Flywheel & Clutch - General information 

If there's one subject that gets washed over when transplants or modifications are discussed its the flywheel and clutch assembly. There also seems to be a widely held belief that up-rating an engine from anything other than standard automatically requires a ‘competition clutch’. This, as with many other subjects concerning the Mini, is a myth. May be it’s because the prospective transplantee needs not only a bigger/more powerful engine to amaze folk with in the bar stool bullsh*t stakes, but also anything that can be dubbed with the word ‘competition’. ‘Up-rated’, after all, is a fairly tame word. 
Although many have written much about how to modify engines, some suspension, and even on bodywork, very little has been written about the flywheel and clutch. Bit strange as it’s an essential part of transferring engine power to the wheels! So let us delve into the myths and legends concerning this enigma of power transfer. In the clutch and flywheel articles I will go through what was, what is, what’s necessary, then how they are best used. I am not going to go into graphic description on how they actually perform as this would be extremely laborious in words. 
A brief history… 
In the very early years, the Mini was endowed with a spring-operated clutch. Adapted from in-line engine duty to suit the peculiar new ‘gearbox under engine’ configuration. It was OK for the 850 unit, though the oil-fed primary gear caused all sorts of problems with incurable leaks. Early competition Minis suffered most of their failures because of this. Various modifications were tried on subsequent production cars, including the first 1071cc Ss. By 1964 however, The BL design team concluded something else was needed. 
Enter the two-piece flywheel, then in about 1973 a one-piece version, both using a diaphragm mounted disc-spring type. This lasted throughout the Mini’s career until the dawn of the A+ engined cars. The disc-spring type lent itself to easy modification, both in weight and spring pressure. Steadfast development of the venerable A-series engine in all it’s guises saw power outputs climbing relentlessly, so higher spring pressures were needed to harness it to avoid the dreaded clutch slip and consequent destruction of clutch plates. The two-piece flywheel had a steel centre-piece that bolted to a cast outer section. The one-piece cast flywheel became standard fitment across the range more for production reasons than anything else. The only A-series transverse engine that had a different flywheel was the Austin 1300 (Austin America) type - and this was a monster! An extra cast-on ring of something like an inch by three-eighths of an inch was added, supposedly to improve idle and high-speed smoothness. It weighed a ton so was undesirable for competition use.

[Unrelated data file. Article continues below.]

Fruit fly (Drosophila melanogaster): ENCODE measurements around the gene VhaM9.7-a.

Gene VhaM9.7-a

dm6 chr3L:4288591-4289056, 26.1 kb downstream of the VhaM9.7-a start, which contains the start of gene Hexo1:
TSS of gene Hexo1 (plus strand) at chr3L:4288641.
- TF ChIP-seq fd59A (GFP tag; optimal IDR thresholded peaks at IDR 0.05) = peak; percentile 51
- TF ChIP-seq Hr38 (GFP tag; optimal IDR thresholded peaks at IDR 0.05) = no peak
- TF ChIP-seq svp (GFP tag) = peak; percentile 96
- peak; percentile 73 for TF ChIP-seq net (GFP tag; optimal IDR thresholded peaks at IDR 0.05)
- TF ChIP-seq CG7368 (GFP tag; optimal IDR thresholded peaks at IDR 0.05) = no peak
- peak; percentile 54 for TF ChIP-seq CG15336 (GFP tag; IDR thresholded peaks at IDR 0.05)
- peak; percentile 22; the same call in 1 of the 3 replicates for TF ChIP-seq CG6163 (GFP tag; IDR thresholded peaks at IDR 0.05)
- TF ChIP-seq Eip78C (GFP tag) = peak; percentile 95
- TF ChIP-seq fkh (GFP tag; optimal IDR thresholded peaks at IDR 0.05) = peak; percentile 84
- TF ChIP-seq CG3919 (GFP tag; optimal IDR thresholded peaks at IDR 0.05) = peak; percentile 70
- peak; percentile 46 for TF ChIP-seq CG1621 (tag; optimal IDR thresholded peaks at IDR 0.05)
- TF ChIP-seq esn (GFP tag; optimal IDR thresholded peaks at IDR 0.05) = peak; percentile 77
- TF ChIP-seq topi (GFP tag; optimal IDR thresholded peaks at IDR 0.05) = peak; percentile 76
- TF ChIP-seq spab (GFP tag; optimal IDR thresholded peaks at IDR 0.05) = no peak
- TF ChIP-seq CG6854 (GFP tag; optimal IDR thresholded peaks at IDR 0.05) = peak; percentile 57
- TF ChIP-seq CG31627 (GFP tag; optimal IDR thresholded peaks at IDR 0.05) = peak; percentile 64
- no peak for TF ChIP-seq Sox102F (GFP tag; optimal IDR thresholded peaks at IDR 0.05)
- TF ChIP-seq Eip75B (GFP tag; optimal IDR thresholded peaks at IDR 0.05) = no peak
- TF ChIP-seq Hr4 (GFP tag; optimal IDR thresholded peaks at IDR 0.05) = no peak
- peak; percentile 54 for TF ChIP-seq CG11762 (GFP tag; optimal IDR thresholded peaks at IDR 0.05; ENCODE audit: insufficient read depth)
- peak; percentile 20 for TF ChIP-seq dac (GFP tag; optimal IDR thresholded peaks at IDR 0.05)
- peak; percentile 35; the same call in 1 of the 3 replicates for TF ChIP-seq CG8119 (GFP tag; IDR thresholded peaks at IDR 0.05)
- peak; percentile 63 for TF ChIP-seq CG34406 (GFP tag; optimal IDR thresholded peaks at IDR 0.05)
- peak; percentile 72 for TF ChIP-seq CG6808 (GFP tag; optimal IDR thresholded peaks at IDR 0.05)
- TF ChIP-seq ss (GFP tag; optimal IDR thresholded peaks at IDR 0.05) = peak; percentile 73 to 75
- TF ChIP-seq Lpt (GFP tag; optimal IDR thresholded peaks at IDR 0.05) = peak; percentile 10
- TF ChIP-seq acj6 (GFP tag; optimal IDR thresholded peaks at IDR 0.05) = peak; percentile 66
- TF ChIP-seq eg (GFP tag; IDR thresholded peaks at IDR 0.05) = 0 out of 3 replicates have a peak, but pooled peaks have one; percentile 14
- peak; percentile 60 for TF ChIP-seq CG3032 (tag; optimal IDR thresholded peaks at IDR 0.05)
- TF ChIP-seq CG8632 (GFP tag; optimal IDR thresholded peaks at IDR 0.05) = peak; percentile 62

The advent of Japanese cars with extremely light pedal operation instigated the change to the Verto (and Valeo) clutch and flywheel assemblies. The old diaphragm type with it’s variety of spring rates available was man enough for any job, but did make the clutch very heavy to operate by comparison to these new-age cars. BL/Rover saw the Mini mainly as a ladies and 'town' car, and felt that to maintain sales a lighter clutch actuation was necessary - the result being the Verto type as fitted to all cars from 1980 onwards. 
The advent of the fuel injected Minis saw the Verto type flywheel further modified to include the necessary reluctor ring fitted into the reverse face to handle ignition/injection timing sequence triggering for the ECU. 
A very quick glossary on the history of the Mini clutch I know. For accurate dates on what was fitted to what and where, check out the history in any of the books detailing such - Chris Rees book being about the best I believe. This was just to outline the different types fitted and why. 
NOTE; It is entirely feasible to use the pre-Verto flywheel and clutch assembly with the later pre-engaged (integral solenoid) type starter motor. The best way to accomplish satisfactory fitment is to fit the narrow ring gear of either the Verto flywheel (part no. PSF10003, 129 teeth). However, the standard pre-Verto ring gears (107 teeth) will also work OK with the pre-engaged starter, albeit somewhat noisily that will shorten ring gear and starter bendix life. Where the standard, wide ring gear (0.50-in wide) is fitted, a 0.125-in spacer MUST be fitted between the starter and the transfer gear case to prevent the starter bendix from being permanently engaged. Washers to the value of 0.125-in will be Ok for a short period, a proper, full spacer plate duplicating the starter mounting plate is necessary to ensure long life of the starter. Failure to do this will cause extensive damage to ring gear and starter at the least. The thin ring gear (0.345-in wide, part no.12G2613) such as used on the ultra light and steel lightweight flywheels is used, no spacers are required. 
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